• How the dogma of the Blessed Trinity implicitly condemns birth control
• That every single Protestant denomination rejected birth control until 1930
• Why the myth of overpopulation is used against the Church, and how to answer it
• How faithful adherence to the teaching of Humanae Vitae is causally related to marital happiness and longevity
• Why it’s not too late to start over, even if you’ve been sterilized
• How to rely on the ever-present grace of God rather than your own strength in faithfully following this challenging, life-giving aspect of Christian discipleship
• Much, much more!

Patrick Coffin is the host of Catholic Answers Live, the number-one rated Catholic radio show in America, heard nationwide Monday to Friday, 3PM-8PM Eastern. He has published dozens of articles, essays, and interviews.

Born in Nova Scotia, he is an alumnus of Mount Saint Vincent University in Halifax, McGill University in Montreal, and Franciscan University of Steubenville in Ohio, where he obtained a master's degree in theology. He lives in San Diego with his wife, Mariella, and their two daughters [-- www.emmausroad.org].


  1. Another great book that doesn't get the fact that Paul VI cause people to leave the church.

    At least when humane vitae came out Canadian Cardinals had the guts to defend certain vision that the Catholic Church in Canada had. (Winnipeg Statement anyone ?)

    Most graceful Bishop when will you give us a book on how to re-populate our empty church ?

  2. Thank you very much your Grace, I will look for the book at St. Pat's.

    Anonymous, if you want to be with the big crowds try a Senators game. Being Catholic isn't easy that's why so many give up.

  3. Going to Church every Sunday I can surely say for sure we are doing something wrong since in twenty years from now all the Gray hair attending Church will be dead ... more churches will be sold and our Holy institution will only be a shadow of what it once was.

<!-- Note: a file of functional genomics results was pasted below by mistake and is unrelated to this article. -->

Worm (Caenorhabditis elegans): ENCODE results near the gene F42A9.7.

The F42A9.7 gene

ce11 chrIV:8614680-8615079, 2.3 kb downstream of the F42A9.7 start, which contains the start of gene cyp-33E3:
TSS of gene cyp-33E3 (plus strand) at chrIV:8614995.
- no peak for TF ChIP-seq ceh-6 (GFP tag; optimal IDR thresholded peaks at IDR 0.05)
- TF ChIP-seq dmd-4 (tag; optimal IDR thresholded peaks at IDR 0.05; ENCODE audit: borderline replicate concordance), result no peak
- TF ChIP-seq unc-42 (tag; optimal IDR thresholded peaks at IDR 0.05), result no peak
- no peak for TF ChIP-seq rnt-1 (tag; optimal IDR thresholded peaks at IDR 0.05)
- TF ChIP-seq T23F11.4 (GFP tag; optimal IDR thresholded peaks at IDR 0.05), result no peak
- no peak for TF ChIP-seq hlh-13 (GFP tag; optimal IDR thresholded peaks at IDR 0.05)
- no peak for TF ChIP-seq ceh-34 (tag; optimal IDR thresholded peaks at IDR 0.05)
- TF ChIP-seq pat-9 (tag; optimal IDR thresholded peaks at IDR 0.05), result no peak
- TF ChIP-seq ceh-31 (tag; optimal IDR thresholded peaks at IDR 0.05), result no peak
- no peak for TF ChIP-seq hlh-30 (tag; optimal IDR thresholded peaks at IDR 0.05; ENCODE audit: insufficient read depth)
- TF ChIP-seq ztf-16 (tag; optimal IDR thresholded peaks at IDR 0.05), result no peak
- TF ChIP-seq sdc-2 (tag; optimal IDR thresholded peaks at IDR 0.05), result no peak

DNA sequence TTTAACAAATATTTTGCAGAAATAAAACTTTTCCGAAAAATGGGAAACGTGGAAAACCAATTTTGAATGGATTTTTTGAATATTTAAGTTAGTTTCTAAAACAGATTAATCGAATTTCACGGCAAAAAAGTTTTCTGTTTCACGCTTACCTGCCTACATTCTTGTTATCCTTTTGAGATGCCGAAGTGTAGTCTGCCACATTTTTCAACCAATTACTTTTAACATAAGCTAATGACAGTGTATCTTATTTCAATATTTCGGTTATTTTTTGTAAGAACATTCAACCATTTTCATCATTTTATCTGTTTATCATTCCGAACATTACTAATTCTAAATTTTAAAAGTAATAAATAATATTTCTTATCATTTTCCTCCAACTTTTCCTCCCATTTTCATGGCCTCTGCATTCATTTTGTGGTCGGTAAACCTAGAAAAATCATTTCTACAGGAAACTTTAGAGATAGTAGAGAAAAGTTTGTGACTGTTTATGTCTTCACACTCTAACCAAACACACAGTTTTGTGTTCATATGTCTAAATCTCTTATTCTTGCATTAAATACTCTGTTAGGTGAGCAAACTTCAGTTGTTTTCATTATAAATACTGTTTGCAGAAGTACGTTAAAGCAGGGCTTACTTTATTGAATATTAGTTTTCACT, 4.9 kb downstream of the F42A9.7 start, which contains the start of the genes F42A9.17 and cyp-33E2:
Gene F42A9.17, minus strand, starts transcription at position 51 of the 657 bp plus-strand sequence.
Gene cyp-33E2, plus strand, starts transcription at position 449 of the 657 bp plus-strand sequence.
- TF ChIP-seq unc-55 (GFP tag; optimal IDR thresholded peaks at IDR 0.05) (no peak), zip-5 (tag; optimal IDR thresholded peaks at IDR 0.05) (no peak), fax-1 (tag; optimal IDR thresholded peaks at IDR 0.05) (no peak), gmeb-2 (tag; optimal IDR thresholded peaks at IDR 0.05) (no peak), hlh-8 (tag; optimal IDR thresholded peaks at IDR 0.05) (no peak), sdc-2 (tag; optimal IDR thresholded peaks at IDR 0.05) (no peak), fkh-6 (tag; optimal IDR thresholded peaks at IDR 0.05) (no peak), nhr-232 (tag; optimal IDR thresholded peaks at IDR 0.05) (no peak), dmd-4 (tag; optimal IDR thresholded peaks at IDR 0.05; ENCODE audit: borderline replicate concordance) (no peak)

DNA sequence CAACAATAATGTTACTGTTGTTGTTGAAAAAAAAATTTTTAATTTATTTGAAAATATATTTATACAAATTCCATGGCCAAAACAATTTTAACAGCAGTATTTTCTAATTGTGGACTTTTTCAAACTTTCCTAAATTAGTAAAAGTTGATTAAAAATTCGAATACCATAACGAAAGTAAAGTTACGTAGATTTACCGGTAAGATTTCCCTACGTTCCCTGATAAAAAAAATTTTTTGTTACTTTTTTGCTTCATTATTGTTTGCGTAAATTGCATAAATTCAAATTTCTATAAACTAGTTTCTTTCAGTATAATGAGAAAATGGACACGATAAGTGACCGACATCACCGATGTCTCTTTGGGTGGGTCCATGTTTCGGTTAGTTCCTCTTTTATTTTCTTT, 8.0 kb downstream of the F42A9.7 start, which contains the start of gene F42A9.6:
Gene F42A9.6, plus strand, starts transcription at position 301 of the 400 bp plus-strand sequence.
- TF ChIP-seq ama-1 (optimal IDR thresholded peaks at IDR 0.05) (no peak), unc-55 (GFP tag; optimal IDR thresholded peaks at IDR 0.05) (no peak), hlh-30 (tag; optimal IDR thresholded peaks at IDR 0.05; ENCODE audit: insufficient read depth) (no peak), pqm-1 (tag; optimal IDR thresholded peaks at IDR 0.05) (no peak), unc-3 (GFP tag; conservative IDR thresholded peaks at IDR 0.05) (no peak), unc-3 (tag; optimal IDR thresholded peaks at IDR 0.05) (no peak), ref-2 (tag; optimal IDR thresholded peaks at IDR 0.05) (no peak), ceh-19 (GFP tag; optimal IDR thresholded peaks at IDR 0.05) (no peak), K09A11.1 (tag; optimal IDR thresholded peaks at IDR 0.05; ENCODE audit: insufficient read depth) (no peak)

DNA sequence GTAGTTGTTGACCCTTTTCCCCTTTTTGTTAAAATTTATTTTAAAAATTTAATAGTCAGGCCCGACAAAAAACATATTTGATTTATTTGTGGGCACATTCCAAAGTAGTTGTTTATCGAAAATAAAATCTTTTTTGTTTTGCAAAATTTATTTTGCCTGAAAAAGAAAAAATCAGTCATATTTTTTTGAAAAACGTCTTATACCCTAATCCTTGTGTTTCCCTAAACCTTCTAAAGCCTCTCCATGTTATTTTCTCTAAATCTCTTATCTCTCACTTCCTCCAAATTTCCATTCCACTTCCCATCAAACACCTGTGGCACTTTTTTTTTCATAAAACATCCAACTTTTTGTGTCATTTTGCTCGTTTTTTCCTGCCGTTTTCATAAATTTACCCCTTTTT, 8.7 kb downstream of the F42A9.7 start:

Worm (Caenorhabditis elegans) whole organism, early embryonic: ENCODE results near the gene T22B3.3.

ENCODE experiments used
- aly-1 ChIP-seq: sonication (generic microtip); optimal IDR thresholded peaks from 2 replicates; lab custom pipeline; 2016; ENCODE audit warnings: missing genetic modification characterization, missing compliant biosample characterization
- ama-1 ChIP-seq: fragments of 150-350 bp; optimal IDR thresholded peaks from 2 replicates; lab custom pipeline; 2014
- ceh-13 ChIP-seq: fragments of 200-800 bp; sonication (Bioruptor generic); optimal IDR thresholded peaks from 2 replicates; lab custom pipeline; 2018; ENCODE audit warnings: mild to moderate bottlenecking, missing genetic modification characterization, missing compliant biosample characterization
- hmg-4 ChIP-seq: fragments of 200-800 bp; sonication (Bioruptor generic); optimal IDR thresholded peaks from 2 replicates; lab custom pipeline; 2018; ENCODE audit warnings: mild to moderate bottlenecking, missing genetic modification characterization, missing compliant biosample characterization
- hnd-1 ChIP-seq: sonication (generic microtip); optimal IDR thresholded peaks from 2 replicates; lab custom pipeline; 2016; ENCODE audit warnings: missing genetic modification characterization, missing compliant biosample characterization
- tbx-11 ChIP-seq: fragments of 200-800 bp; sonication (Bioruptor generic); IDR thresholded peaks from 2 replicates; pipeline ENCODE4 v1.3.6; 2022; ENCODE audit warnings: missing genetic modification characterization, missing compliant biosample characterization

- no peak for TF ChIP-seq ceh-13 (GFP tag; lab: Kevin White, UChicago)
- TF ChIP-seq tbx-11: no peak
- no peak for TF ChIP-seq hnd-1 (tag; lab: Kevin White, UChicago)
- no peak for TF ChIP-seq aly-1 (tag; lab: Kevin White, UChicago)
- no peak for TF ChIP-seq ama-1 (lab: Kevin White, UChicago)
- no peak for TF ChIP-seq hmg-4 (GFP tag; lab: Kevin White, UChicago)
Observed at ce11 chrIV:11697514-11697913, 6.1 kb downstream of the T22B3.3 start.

I am sorry but I care about how to bring our Church and Christ back on the Agenda. It's not like everyone agrees in the way things are done right now. I could leave true ... Catholicism is hard ... true ... but our Church has moved and changed many times in our history.

    At least I have the guts to say what many moderates like me are afraid of saying.

  4. Just passing through and saw this post.
    My husband and I will have to check out this book.
    Thank you your Grace!
    I heard you speak in TO at the Humanae Vitae conference and it is good to see you promoting a book like this.
    BTW, our family time in Nova Scotia this summer - Halifax and in Cape Breton.
    I was and still am surprised/shocked/disgusted at the speaker the diocese of Antigonish has coming this fall.

    And Anonymous - something went wrong 40 years ago to have you have to say 'that in 20 years all the Gray Hair will be dead'.
    Thankfully, our Churches seem to be putting a focus on the centrality of the Eucharist - something that I never saw happen all through my teens, 20's and even part of my 30's.With a more faith-filled congregation - the Church may have to go smaller - as I recall a wise man said this.

    Keep up the good fight Your Grace!
    Come and visit Orangeville.
    Pax Christi,